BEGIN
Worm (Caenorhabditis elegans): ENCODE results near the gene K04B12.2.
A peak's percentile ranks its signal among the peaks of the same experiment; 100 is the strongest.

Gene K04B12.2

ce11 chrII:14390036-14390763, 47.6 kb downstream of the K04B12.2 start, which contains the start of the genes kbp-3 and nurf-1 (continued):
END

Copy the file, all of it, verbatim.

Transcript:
Worm (Caenorhabditis elegans): ENCODE results near the gene K04B12.2.
A peak's percentile ranks its signal among the peaks of the same experiment; 100 is the strongest.

Gene K04B12.2

ce11 chrII:14390036-14390763, 47.6 kb downstream of the K04B12.2 start, which contains the start of the genes kbp-3 and nurf-1 (continued):